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Shaqúelle Whyte at Pippy Houldsworth

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  • Friday dispatch
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  • Read Time: 5 minutes
Shaqúelle Whyte

Shaqúelle Whyte, Backing off but not too far, 2023, oil on canvas, courtesy the artist / Pippy Houldsworthy photo: Eva Herzog

Pippy Houldsworth Gallery, 6 Heddon Street, London, W1B 4BT

26 April – 25 May 2024

On the end wall of Pippy Houldsworth’s bright Heddon Street gallery is a five-metre-long triptych titled Forefather, 2024. It is the largest work in this, Shaqúelle Whyte’s first show with the gallery, and it allows the artist a grand sweep in which to give full rein to themes and techniques for which he is becoming known. Over a thin wash of Italian green, a series of tableaux unfold from left to right, each emotionally intense, filmic in that the figures appear to have been captured at a mid-point in some unfolding drama. To the left, a bare-chested man slumps in a chair – exhausted, depressed, mourning, who can say? Meanwhile a woman, half her body out of frame, leans over to whisper in his ear. 

All the characters appear to be in a garden, in front of a dark clapboarded building. Centre left is a long sofa where at one end a man sits at his ease, legs elegantly crossed while a white horse stands peaceably at his shoulder. A man in underwear crouches in foetal position, head bowed, at his feet, clutching at his leg. There is a sense of some desperation. At the other end of the sofa, a black-clad figure sits smoking – between them is a creepy green baby doll.To the right, a stocky figure in an almond pink shirt stands with his back to us, hands clasped, looking out to the distance – paying no attention to the pullulating pack of hounds that surges around his feet.These feral beasts could have escaped from a Francis Bacon painting.

It is hard to thread a narrative between all these scenes; the tension that Whyte conjures up tantalises, yet what is most satisfying in this, and all the larger works here, is finally the ambiguity, the combination of the familiar and the utterly strange. The artist talks about the use of animals in his paintings as being akin to spirit animals, though rather than companions, they are indicators of psychic weather. In Rabbit Heart, 2024, a dreadlocked man sits on the loo, boxers around his ankles. He is bent over, pulling at his white sports socks. There is always a real tenderness in the way Whyte delineates the body; with great economy he outlines the curve of a knee, a lean, muscular shoulder.  We see the figure through an open, Victorian door – Whyte’s interiors are always so recognisable – but on the threshold of the bathroom are three fat, pinky-white rabbits. One, up on its hind legs, appears to be intent on the man on the loo.  A middle one faces the viewer.  But then a third lies on its back, legs akimbo, and suddenly you’re not sure if it’s a toy, or a dead rabbit, or what, and the whole proposition is destabilised.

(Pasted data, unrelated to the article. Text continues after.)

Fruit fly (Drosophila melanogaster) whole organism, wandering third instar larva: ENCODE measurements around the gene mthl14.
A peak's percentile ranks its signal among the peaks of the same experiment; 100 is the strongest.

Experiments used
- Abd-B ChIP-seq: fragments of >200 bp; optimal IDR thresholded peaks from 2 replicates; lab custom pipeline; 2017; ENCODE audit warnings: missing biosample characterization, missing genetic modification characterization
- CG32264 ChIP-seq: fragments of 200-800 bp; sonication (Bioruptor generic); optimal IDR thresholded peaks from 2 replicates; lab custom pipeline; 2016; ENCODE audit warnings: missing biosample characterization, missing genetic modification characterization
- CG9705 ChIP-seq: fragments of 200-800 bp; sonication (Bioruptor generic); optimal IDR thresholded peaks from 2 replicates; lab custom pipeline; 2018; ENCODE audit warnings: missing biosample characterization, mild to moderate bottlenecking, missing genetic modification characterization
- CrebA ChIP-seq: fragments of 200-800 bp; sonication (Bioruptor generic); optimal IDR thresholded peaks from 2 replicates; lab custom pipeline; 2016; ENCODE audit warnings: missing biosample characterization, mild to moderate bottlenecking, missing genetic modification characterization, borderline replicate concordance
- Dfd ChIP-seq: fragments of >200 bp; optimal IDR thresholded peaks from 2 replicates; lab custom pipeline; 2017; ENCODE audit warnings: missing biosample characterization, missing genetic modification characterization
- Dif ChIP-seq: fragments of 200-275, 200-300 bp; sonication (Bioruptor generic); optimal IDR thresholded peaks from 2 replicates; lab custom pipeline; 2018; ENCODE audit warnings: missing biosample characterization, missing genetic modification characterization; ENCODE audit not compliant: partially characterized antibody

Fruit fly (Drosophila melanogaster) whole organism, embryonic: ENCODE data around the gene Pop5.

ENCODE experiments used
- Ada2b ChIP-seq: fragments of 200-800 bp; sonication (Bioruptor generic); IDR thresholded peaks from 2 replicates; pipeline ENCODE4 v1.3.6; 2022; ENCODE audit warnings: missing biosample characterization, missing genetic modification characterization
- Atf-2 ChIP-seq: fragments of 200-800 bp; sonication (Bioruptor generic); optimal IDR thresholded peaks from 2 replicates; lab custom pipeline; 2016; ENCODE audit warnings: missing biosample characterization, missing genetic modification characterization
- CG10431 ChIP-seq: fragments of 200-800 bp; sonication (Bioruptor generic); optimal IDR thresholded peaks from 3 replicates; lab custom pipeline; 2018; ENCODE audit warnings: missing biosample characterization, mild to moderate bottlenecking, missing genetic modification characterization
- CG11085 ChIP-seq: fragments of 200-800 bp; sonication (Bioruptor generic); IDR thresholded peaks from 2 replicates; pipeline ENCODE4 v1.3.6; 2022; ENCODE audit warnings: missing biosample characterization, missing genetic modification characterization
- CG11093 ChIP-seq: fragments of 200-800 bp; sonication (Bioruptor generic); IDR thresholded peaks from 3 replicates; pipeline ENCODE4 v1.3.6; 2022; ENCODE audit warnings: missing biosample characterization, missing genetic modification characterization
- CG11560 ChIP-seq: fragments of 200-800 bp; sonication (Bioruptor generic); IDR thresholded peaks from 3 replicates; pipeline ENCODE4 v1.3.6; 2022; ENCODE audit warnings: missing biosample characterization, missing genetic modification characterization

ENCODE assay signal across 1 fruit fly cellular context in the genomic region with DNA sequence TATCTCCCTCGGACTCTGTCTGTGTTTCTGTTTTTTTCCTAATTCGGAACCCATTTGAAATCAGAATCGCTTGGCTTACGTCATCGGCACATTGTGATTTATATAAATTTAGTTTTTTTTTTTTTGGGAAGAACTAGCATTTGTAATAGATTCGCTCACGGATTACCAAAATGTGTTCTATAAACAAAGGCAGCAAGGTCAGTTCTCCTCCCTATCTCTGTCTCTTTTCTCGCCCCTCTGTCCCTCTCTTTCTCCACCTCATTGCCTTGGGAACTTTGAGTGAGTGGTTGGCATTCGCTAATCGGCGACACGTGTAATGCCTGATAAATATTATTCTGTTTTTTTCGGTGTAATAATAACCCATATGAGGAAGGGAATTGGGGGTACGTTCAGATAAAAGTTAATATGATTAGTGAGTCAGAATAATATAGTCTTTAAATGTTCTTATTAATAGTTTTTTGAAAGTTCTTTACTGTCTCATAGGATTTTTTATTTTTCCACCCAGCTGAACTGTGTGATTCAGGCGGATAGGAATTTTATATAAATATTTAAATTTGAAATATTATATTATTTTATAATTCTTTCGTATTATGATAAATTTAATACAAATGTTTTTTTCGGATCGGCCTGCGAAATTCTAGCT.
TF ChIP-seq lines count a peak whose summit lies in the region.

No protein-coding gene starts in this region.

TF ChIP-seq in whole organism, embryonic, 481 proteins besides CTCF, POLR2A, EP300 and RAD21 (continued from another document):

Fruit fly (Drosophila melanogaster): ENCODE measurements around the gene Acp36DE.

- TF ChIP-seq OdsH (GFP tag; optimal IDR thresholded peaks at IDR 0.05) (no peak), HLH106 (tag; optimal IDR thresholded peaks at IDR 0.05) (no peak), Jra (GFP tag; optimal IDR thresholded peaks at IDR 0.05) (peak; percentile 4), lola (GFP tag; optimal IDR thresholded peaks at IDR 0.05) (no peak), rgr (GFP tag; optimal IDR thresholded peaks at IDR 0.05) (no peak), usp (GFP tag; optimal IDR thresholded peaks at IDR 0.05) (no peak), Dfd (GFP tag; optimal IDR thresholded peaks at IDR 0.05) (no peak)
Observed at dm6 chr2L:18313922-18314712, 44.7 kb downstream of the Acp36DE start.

Whyte uses friends and family as models, bringing them into the studio and directing their positions like a stage or film director.  But more than picturing their bodies, one has the sense of the paintings being scenes from the life of a close-knit group of friends. A painting like Kevin, you’re next, 2024 feels like lived experience. A diptych, it presents two views of a street fight among a group of young men. It distils both the beauty and the cruelty of youth: the hand that tugs on someone’s t-shirt, the camaraderie, the bullying. The left-hand panel places the viewer right there in the scrum, the right-hand one pans back again to a more dispassionate viewpoint. These could almost be frames from movie.

Whyte studied for his undergraduate degree at the Slade and moved to the RCA for his Masters, graduating only two years ago. Since then, he has been part of a slew of group shows, in Turin at the Palazzo Capris in 2022, at the Saatchi Gallery in London the same year and at Hauser and Wirth in Somerset earlier this year. His range of artistic references ranges very wide, from Renaissance masters to grandees of 20th century British figurative painting like Euan Uglow and feted contemporary painters such as Michael Armitage.  Whyte is an artist who has looked hard at a lot of paintings. Mark Rothko is a touchpoint for him, for his deep involvement in the physicality of paint as much as for his use of colour to evoke emotional states. The big paintings Ivory Tower, 2024 and Backing off, but not too far, 2023, deploy multiple renditions of the same figure with a technique that channels Eadweard Muybridge’s early photographic experiments; it allows for the painter to create temporal as well as spatial shifts, and a dynamic, if oblique narrative within one canvas. Ivory Tower has a spectral, red figure moving from the left of the canvas to self-consciously take a bow, centre stage, his gaze fixed on the viewer while an unseen character applauds from the wings. Is this a metaphor for the life of the artist, who leaves the solitude of the studio to stand in the spotlight? And if so, what is the significance of the naked figure, apparently unconscious on the sofa in the background, and are they even in the same room? 

Shaqúelle Whyte’s paintings manage to produce strangeness and ambiguity without ever appearing mannered or portentous.  He maintains a lightness of touch and a directness that I assume comes from translating his own life into the work and a compelling painterliness that goes far beyond mere facility in the medium. You have just one month in which not to miss this show.

Caroline Douglas

Shaqúelle Whyte: Yute, you’re gonna be fine
Pippy Houldsworth, 6 Heddon St
London, W1B 4BT